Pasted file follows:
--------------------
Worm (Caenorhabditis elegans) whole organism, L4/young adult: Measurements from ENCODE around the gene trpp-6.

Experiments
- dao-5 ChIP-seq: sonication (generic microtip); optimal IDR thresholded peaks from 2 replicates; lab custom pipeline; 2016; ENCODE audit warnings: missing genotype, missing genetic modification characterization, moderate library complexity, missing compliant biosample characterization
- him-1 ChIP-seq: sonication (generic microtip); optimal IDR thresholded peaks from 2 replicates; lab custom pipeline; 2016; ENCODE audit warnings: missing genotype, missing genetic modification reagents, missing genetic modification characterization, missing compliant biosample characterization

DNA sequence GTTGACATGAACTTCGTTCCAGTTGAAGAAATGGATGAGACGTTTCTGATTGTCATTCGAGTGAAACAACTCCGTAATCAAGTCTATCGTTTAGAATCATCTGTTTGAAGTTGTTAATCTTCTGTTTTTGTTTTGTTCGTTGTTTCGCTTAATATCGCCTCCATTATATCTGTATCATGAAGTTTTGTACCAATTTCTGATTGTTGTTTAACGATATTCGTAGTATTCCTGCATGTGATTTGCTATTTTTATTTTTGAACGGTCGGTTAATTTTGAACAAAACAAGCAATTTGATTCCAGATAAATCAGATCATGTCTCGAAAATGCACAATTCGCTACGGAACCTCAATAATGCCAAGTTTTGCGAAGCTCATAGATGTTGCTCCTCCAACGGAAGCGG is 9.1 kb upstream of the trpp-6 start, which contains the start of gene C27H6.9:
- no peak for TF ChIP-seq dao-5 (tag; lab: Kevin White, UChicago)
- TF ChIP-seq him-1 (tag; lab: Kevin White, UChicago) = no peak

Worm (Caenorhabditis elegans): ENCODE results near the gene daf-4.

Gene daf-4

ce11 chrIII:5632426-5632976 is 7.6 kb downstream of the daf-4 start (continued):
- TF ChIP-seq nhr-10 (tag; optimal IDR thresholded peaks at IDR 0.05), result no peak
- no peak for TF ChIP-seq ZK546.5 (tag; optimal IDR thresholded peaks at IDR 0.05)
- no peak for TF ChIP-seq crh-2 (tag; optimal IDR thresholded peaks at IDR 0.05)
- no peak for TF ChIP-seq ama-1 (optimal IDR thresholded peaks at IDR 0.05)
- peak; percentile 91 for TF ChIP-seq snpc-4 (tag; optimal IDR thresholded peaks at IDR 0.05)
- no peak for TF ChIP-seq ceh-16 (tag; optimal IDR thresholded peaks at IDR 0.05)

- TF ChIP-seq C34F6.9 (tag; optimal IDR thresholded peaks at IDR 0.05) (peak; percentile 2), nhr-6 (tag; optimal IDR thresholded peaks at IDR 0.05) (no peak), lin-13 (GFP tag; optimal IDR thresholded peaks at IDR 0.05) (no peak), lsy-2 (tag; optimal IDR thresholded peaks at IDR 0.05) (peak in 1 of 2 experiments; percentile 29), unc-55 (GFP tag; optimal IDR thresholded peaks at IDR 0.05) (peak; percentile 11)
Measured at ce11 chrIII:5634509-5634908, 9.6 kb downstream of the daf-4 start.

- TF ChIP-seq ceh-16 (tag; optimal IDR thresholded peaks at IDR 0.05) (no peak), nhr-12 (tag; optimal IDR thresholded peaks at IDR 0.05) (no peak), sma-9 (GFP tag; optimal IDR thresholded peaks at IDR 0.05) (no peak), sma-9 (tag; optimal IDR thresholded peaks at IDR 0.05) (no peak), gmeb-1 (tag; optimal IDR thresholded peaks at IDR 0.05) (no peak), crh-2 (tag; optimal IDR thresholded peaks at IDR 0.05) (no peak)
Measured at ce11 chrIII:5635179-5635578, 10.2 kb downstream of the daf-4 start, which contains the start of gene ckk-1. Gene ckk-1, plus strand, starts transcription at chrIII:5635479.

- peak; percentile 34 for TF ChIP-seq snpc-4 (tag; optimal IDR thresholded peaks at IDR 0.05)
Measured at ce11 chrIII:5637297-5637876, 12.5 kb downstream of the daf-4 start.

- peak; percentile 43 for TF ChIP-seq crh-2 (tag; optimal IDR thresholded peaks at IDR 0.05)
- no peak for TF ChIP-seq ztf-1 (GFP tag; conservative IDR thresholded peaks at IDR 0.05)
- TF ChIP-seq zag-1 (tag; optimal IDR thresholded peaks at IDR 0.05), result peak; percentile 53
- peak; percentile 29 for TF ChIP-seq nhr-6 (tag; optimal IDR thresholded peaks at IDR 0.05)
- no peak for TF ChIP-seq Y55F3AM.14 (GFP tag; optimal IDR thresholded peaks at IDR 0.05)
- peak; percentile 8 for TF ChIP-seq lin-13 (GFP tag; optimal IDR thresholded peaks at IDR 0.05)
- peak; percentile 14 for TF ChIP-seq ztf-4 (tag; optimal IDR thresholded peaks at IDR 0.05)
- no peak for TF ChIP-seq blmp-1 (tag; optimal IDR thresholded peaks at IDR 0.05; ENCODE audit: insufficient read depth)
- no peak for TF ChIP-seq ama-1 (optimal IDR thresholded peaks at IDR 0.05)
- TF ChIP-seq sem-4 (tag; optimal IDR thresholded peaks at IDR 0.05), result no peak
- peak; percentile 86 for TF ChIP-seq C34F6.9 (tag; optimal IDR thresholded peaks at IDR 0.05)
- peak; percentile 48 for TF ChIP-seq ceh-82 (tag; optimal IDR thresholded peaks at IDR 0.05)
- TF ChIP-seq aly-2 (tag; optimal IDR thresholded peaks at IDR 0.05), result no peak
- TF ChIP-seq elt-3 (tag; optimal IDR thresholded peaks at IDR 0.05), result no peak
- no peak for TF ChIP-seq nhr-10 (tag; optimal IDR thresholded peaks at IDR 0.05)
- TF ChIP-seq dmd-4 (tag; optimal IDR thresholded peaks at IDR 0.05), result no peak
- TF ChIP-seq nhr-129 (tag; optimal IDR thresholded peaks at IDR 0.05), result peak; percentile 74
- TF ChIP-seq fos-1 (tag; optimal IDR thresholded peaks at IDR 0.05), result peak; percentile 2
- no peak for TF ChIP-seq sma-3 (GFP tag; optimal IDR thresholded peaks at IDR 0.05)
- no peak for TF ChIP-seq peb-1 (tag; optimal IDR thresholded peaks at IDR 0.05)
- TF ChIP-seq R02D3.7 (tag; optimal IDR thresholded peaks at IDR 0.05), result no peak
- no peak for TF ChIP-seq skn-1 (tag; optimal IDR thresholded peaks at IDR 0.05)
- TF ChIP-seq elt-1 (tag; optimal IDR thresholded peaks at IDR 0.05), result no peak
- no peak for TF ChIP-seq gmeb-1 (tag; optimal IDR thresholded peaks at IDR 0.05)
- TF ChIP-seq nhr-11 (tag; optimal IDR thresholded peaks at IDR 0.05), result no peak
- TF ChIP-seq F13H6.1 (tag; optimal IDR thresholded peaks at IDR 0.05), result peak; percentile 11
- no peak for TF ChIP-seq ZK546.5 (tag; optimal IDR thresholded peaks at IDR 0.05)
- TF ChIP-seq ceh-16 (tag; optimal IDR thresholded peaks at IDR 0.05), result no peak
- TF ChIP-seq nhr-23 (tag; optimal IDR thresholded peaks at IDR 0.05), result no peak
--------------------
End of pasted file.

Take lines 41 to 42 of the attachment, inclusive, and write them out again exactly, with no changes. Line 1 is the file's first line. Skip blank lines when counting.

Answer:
- no peak for TF ChIP-seq sma-3 (GFP tag; optimal IDR thresholded peaks at IDR 0.05)
- no peak for TF ChIP-seq peb-1 (tag; optimal IDR thresholded peaks at IDR 0.05)